Has H5N1 Wild Bird
Flu Reached
The Caspian Sea?

By Dr. Henry L. Niman, PhD
The Russian government's consumer rights watchdog, Rospotrebnadzor, expressed fears on Tuesday that the bird flu virus, which has hit the Urals and parts of Siberia, has reached Kalmykia, as domesticated birds have reportedly died on a Kalmyk farm.
The above comments on concerns that H5N1 wild bird flu has already reached Kalmyk in Europe, supports an AFP report from last week commenting on reports of bird flu at the Volga Delta, which is between Kalmyk and Kazahkstan (see map).
If the above reports are confirmed, the leading edge of the H5N1 in the Urals / northeast Kazahkstan region would be significantly advanced, Birds that travel this path were expected to eventually reach this region just west of the Caspian Sea, but these latest reports suggest the H5N1 has already arrived. Sightings between these points and the leading edge are anticipated, which would bring H5N1 into areas in Europe and Asia where it has never been reported.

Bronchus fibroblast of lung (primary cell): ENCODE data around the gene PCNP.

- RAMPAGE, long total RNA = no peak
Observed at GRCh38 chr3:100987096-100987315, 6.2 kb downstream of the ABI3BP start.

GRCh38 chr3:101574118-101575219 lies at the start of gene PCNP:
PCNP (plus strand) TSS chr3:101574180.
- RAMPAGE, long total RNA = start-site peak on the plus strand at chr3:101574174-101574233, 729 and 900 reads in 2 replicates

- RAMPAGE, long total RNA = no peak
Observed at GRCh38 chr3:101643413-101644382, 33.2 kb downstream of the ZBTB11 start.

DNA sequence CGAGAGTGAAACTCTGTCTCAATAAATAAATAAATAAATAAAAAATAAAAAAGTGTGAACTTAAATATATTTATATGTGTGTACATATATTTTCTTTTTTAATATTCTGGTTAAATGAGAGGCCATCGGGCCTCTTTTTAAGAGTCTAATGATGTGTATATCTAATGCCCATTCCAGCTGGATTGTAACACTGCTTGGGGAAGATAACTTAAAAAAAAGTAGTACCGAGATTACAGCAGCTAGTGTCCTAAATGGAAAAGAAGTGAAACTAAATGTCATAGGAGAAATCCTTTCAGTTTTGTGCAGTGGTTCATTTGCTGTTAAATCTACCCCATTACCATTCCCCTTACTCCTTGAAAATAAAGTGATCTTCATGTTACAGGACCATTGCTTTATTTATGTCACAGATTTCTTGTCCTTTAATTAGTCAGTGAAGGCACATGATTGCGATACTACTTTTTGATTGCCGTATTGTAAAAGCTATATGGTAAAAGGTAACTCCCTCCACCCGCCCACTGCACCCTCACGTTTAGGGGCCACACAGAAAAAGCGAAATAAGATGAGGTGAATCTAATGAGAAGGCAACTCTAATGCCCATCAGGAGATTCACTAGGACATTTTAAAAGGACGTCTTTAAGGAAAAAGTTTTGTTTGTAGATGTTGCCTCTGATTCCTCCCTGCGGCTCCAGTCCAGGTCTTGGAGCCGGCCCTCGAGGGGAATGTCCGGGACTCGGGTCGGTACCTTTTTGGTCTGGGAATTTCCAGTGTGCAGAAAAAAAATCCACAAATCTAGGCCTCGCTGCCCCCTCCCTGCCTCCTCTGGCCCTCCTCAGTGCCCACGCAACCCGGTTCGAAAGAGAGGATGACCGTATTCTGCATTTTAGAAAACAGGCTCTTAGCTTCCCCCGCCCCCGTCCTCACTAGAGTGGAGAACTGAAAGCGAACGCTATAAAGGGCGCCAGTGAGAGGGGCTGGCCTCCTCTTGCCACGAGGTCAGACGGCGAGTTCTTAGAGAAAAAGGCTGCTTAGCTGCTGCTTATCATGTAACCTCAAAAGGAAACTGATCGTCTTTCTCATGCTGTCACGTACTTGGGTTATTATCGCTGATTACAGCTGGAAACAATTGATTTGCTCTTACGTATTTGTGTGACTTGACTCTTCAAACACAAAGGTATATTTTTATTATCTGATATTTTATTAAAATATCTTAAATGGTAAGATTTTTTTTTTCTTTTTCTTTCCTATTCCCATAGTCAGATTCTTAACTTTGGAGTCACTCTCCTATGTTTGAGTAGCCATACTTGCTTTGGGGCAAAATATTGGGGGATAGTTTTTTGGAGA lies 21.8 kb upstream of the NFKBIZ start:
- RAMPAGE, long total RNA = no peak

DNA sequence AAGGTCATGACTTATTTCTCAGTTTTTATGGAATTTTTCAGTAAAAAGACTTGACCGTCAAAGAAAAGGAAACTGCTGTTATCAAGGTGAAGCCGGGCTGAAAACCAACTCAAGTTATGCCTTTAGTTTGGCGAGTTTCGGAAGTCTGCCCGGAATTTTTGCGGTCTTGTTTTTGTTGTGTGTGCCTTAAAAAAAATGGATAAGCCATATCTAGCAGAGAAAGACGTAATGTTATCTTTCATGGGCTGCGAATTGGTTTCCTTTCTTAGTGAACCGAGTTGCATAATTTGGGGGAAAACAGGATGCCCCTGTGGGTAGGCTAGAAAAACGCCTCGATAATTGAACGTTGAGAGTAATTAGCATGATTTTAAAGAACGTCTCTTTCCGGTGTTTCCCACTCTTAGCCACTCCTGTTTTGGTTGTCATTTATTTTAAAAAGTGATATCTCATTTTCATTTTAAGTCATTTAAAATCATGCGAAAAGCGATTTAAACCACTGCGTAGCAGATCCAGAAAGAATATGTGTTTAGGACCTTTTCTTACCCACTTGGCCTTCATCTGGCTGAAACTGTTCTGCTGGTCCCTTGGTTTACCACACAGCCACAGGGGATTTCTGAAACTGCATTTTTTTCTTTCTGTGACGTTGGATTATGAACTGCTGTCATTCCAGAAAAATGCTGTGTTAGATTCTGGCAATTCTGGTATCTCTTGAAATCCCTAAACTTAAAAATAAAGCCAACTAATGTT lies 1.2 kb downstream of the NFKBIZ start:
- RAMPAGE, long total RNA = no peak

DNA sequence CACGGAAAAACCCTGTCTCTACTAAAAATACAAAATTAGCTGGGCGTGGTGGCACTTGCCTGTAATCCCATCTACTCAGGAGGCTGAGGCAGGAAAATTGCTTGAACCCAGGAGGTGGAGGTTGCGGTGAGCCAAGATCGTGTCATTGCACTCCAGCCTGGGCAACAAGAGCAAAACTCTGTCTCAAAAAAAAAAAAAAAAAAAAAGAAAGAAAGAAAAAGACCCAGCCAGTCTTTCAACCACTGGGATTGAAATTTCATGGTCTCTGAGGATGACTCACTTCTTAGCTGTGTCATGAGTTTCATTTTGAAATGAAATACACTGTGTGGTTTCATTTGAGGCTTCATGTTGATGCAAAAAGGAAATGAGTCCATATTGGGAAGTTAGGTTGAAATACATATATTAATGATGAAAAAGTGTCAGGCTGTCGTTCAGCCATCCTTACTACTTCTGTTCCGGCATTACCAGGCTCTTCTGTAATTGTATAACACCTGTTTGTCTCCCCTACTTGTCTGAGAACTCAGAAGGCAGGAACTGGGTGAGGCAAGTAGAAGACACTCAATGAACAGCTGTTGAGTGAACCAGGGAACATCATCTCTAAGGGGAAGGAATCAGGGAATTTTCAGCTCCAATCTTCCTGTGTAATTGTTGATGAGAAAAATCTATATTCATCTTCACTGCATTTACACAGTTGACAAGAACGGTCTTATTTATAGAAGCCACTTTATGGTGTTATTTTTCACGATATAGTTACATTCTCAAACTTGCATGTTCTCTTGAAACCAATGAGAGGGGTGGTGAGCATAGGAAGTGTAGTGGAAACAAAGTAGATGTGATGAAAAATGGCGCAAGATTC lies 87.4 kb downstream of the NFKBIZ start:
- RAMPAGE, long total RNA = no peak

Since the trail of dead migratory birds has gone from Qinghai Lake to Xinjiang to Novosibirsk, to the Urals and now to the Caspian Sea, there is little doubt that the H5N1 will spread throughout the Black, Caspian, and Mediterranian Seas region and on to the Middle East and North Africa.
The H5N1 wild bird flu has evolved away from the H5N1 in Vietnam, and the current pandemic vaccine being developed worldwide will probably have little effect. Clinical trials are scheduled to begin next month in Russia and Hungary, but in the United States the titer was low against the 2004 H5N1 immunizing strain and there have been no announced plans to initiate a vaccine program targeting the H5N1 wild bird strain.
The rapid spread of the H5N1 ahead of the migration period, which is just beginning for many species at Qinghai Lake and Novosibirsk, suggest this strain will continue to spread in Asia, where it has already appeared in Mongolia and Tibet.
The dramatic increase in the H5N1 range will increase the likelihood of a recombination that will increase the efficiency of human-to-human transmission. Although the strain appears to be sensitive to anti-virals amantadine and rimantadine, the initiation of a serious vaccine effort is long overdue.
The current program of targeting one H5N1 isolate is destined to fail, and the lack of a serious vaccine effort remains scandalous and hazardous to the world's health.



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